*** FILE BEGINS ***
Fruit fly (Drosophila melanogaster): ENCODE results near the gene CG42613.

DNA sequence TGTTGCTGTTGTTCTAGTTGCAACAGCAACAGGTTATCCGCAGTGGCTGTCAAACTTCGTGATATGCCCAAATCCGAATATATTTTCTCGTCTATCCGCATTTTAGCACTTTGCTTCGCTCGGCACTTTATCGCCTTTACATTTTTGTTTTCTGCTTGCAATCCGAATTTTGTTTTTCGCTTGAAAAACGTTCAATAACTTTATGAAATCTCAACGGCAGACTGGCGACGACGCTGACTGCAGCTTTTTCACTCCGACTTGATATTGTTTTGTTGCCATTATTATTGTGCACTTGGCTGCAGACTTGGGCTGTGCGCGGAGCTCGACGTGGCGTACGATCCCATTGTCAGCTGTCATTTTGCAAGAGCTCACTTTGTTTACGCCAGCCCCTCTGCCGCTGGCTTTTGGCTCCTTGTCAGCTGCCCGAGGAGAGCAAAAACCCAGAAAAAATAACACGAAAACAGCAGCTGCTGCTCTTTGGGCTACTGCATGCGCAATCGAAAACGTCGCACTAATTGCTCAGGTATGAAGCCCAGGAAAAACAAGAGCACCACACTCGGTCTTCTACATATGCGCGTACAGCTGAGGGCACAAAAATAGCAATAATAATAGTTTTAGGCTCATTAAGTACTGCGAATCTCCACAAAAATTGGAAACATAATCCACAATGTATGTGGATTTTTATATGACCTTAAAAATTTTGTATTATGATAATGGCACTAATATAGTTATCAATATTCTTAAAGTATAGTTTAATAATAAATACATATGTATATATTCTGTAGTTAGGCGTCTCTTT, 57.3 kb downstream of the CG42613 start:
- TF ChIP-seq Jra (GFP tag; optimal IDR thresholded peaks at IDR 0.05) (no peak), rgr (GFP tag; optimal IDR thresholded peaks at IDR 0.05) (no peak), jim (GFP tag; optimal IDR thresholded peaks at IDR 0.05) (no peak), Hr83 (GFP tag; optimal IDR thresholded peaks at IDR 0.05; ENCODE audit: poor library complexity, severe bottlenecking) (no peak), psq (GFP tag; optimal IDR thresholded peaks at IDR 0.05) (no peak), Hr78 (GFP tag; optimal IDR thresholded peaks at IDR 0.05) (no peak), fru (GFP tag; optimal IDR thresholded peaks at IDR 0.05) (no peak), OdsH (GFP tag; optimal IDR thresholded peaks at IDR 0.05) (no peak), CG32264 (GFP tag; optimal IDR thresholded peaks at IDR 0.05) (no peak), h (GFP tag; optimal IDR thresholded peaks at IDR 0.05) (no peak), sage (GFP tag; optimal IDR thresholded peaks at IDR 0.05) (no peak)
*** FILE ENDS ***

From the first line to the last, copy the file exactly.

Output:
Fruit fly (Drosophila melanogaster): ENCODE results near the gene CG42613.

DNA sequence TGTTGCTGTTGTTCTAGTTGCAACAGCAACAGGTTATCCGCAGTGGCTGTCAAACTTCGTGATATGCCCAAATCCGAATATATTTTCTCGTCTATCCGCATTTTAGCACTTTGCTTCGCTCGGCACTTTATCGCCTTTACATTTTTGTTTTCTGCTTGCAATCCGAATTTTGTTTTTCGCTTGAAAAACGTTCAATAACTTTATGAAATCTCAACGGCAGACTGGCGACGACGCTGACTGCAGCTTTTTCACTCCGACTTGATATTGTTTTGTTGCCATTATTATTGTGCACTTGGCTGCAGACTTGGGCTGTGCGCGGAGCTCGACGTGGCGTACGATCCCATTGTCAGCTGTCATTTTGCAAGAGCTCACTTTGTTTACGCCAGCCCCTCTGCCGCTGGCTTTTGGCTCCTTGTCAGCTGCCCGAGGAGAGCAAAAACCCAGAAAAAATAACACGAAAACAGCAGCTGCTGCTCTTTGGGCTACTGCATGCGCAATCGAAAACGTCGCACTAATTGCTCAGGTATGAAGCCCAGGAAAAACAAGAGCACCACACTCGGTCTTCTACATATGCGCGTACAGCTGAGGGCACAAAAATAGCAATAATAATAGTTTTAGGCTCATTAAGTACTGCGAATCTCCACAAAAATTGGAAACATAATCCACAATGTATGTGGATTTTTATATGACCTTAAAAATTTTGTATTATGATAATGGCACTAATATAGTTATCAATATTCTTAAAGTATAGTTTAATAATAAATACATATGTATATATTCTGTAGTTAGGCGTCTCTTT, 57.3 kb downstream of the CG42613 start:
- TF ChIP-seq Jra (GFP tag; optimal IDR thresholded peaks at IDR 0.05) (no peak), rgr (GFP tag; optimal IDR thresholded peaks at IDR 0.05) (no peak), jim (GFP tag; optimal IDR thresholded peaks at IDR 0.05) (no peak), Hr83 (GFP tag; optimal IDR thresholded peaks at IDR 0.05; ENCODE audit: poor library complexity, severe bottlenecking) (no peak), psq (GFP tag; optimal IDR thresholded peaks at IDR 0.05) (no peak), Hr78 (GFP tag; optimal IDR thresholded peaks at IDR 0.05) (no peak), fru (GFP tag; optimal IDR thresholded peaks at IDR 0.05) (no peak), OdsH (GFP tag; optimal IDR thresholded peaks at IDR 0.05) (no peak), CG32264 (GFP tag; optimal IDR thresholded peaks at IDR 0.05) (no peak), h (GFP tag; optimal IDR thresholded peaks at IDR 0.05) (no peak), sage (GFP tag; optimal IDR thresholded peaks at IDR 0.05) (no peak)